If you liked IBM at $199 then...
By Dian Vujovich
An old-time stockbroker once told me that if you liked a stock after it had reached a new high, then you’ve got to love it after its price falls. There is a lot of truth to that provided you’ve done your due diligence and researched the companies you have an interest in before investing.
Heck, word is Warren Buffett, Mr. Research, lost $2 billion in a couple of days and he’s holding on to the two biggest reasons for the drop. What about you?
Depending upon your age and your investment goals, you either are a long-term stock market investor or you are not. There’s really no kinda sorta in between. Have years to go before the money invested in stocks will need to be used or withdrawn, and the bouncy-bouncy actions in the markets are just part of the deal.
If it’s day trading or very short-term bets that captivate your investment style, researching a company is also imperative but volatility becomes a more serious in-your-face reality that needs to be addressed and held consciously in the forefront your mind.
To be fair, 99.99 percent of us aren’t billionaire investors like Buffett nor do we manage millions for others. The two holdings that dropped in value in Buffett’s Berkshire Hathaway Inc. (BRKB) were Coca-Cola (KO) and IBM (IBM), according to Money.CNN.com. Even after their drop in value BBKB held its own closing up $1.74 at $138.97 today, Tuesday, Oct. 20th.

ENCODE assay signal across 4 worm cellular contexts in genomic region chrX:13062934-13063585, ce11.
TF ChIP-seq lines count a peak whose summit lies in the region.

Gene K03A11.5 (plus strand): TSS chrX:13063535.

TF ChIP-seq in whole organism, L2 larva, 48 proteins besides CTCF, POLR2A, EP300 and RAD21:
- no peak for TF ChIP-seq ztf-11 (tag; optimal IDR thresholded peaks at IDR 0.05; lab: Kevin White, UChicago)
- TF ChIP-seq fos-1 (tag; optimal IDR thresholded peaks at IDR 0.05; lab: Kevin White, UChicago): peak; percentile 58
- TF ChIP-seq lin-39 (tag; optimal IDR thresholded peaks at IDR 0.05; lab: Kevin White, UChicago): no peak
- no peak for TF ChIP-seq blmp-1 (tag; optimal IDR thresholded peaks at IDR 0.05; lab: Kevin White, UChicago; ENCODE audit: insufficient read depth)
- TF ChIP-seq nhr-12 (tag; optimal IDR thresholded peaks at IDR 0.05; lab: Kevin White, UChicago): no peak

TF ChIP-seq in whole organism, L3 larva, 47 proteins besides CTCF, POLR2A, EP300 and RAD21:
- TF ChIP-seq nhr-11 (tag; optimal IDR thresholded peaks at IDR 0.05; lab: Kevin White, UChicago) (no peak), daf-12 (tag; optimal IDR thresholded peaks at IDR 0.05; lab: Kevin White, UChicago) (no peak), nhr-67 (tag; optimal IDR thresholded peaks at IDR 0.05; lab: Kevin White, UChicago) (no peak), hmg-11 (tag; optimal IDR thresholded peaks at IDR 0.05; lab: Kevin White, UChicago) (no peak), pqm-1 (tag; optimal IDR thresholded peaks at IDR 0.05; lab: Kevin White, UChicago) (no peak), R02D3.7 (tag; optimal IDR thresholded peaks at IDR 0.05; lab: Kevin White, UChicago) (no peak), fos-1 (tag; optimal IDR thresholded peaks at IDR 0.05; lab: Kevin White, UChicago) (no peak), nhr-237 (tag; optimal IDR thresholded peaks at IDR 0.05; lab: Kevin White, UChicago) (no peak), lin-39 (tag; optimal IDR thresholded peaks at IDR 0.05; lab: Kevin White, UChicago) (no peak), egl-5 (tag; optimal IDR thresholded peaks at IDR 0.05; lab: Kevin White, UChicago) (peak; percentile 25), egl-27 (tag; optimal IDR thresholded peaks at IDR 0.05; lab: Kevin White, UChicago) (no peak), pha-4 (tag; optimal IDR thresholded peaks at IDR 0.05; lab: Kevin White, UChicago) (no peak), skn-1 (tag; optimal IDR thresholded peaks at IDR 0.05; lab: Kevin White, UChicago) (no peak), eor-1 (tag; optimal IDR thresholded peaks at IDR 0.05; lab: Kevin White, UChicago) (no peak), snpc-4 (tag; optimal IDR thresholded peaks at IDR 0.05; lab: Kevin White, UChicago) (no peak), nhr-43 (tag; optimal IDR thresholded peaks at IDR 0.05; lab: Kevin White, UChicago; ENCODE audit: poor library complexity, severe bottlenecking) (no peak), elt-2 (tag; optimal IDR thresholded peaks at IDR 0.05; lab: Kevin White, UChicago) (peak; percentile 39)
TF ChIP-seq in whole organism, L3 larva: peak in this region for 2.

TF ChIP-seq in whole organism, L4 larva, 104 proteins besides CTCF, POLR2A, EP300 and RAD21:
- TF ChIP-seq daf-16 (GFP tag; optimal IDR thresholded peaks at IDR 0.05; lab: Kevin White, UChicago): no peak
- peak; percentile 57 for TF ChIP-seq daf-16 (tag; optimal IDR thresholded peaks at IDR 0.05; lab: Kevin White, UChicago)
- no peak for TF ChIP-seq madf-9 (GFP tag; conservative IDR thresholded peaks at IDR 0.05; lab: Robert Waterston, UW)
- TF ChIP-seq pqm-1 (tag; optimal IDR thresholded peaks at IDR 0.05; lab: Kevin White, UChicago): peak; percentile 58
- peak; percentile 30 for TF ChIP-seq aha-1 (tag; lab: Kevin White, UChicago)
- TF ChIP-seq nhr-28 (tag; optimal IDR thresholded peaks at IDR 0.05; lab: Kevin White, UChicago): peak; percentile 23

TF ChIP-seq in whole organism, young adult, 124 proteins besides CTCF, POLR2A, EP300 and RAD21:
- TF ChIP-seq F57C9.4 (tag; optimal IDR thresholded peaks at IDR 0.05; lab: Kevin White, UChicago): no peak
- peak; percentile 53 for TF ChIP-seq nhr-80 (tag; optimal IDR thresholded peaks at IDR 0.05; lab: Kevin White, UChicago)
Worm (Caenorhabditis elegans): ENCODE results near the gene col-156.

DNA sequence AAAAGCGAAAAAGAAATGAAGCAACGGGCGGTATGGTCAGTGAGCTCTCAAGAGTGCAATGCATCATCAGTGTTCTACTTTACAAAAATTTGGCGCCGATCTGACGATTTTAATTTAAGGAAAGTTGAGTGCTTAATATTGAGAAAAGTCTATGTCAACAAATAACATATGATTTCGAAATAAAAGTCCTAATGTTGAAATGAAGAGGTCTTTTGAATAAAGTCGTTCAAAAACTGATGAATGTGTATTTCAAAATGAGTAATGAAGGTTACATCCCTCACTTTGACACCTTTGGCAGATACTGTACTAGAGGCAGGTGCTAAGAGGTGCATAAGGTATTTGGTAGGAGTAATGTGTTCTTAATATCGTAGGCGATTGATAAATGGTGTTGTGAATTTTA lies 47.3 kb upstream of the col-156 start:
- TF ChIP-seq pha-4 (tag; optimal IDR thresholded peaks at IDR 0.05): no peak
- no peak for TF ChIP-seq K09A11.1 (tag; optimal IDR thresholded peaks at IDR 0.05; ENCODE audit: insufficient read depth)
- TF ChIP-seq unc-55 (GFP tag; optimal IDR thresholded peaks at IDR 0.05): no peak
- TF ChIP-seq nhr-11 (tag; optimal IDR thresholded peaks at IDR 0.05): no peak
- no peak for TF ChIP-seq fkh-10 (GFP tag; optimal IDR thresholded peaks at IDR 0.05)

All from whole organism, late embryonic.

I’m not pushing Coke or IBM as investments for you. IBM, for instance, has been as high as $199.21 within the past 52-weeks and closed today at $163.23. Coke’s high was $44.87 and it closed at $40.68.
The point I’m hoping to make is that stock prices rise and fall (doh!) and companies go in and out of favor—many times for no reason at all. Other times for good reason. So the best any investor can do is understand the ins and outs of the companies they choose to invest in, decide why they are going to buy the stock, for how long they intend to hold it, review the holdings and reasons for the purchase occasionally and then let the chips fall where they may.
For the record, BTN Research reports that the S&P 500 has not had a 10 percent correction in three years, since October 3, 2011. Corrections are normal. The only thing surprising and always unusual about a correction is what triggers it.
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